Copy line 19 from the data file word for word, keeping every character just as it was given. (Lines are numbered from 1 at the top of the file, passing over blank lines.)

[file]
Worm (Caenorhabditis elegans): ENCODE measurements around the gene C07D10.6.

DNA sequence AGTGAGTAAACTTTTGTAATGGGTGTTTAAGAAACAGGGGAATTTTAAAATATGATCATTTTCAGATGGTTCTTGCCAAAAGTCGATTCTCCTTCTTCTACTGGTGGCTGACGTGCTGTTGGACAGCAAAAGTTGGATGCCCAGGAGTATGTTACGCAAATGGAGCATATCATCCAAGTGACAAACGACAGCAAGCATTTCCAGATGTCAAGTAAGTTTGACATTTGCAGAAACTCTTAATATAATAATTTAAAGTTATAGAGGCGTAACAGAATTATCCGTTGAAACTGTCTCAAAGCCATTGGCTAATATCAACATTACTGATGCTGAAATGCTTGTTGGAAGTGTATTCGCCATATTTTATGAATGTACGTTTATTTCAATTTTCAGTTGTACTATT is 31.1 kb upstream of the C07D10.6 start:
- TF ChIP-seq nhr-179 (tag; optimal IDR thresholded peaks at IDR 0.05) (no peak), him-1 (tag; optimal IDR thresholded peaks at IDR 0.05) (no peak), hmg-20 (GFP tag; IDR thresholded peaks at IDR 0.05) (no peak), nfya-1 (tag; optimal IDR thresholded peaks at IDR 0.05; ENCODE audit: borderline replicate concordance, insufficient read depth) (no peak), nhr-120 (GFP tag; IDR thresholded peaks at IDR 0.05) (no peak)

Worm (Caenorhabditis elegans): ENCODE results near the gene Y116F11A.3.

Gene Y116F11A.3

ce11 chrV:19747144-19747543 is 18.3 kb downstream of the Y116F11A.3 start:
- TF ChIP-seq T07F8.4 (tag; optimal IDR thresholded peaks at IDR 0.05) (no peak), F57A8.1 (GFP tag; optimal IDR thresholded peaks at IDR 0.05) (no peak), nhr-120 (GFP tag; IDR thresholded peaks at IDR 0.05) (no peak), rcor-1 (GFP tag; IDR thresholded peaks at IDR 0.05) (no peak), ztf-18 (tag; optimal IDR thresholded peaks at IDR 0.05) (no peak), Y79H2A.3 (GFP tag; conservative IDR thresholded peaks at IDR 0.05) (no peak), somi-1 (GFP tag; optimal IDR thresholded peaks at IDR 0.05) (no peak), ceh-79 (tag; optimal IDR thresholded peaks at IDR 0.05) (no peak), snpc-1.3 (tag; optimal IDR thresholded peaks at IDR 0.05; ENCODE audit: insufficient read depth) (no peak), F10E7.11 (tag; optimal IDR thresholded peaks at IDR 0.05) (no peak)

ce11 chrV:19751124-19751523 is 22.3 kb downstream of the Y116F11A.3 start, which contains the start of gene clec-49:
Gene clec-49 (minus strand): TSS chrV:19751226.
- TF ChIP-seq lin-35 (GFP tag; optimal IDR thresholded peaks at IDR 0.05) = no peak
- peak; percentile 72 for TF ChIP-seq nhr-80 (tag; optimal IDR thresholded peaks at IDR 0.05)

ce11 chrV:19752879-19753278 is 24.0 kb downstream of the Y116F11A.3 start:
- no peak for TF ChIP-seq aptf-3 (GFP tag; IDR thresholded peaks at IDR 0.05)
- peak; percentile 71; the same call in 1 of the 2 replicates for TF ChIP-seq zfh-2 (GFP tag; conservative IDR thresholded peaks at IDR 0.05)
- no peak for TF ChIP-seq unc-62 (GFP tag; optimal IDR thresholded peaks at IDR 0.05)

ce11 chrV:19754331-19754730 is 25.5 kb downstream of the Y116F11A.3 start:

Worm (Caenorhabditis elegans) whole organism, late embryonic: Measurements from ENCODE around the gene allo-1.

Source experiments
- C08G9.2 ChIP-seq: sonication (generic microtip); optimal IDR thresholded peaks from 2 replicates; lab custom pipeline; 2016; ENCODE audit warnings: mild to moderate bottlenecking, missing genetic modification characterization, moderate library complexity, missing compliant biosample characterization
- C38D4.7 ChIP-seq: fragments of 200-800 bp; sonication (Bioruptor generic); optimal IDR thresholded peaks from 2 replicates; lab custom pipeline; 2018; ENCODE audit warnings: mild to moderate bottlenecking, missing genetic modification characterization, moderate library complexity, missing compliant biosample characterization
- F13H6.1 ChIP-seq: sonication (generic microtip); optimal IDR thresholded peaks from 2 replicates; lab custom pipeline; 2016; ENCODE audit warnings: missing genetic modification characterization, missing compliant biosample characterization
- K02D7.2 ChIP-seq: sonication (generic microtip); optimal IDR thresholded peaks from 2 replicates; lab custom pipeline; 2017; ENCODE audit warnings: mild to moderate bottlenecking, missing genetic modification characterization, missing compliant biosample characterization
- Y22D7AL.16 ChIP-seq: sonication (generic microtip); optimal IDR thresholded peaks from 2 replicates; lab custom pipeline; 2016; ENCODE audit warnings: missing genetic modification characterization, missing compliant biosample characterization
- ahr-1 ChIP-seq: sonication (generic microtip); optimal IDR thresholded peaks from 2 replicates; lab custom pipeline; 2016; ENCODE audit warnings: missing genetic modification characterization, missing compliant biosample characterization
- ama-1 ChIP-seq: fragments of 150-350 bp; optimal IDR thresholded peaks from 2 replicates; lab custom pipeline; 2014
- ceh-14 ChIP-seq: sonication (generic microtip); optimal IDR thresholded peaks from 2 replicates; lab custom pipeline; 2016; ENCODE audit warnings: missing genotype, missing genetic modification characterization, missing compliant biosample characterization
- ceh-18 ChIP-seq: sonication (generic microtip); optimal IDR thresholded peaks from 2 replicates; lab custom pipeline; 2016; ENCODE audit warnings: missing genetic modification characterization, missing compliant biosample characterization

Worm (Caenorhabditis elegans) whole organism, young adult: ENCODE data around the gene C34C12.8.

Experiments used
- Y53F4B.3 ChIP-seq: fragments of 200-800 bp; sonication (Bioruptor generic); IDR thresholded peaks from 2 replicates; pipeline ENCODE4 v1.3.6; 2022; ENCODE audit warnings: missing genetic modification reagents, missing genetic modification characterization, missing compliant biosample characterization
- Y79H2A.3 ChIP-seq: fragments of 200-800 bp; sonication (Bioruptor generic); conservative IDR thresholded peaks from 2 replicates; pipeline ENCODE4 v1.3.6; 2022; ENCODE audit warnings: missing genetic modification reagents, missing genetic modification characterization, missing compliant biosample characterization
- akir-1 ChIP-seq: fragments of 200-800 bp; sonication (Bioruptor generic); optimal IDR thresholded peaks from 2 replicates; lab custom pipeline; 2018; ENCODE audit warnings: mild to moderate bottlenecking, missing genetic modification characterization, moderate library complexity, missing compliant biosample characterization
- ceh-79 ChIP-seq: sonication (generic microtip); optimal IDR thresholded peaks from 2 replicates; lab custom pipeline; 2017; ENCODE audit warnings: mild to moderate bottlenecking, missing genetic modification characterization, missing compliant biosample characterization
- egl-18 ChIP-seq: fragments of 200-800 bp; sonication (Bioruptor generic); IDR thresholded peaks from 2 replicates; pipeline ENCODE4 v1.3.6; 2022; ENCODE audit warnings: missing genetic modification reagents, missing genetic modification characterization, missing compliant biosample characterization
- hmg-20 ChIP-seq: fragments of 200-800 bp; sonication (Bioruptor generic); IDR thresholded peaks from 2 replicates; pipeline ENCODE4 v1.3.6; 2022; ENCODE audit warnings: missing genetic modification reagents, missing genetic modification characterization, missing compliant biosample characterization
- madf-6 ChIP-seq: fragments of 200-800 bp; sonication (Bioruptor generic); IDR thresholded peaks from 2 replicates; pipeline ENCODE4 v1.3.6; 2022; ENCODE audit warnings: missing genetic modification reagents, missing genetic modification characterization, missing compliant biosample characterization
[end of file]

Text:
- C08G9.2 ChIP-seq: sonication (generic microtip); optimal IDR thresholded peaks from 2 replicates; lab custom pipeline; 2016; ENCODE audit warnings: mild to moderate bottlenecking, missing genetic modification characterization, moderate library complexity, missing compliant biosample characterization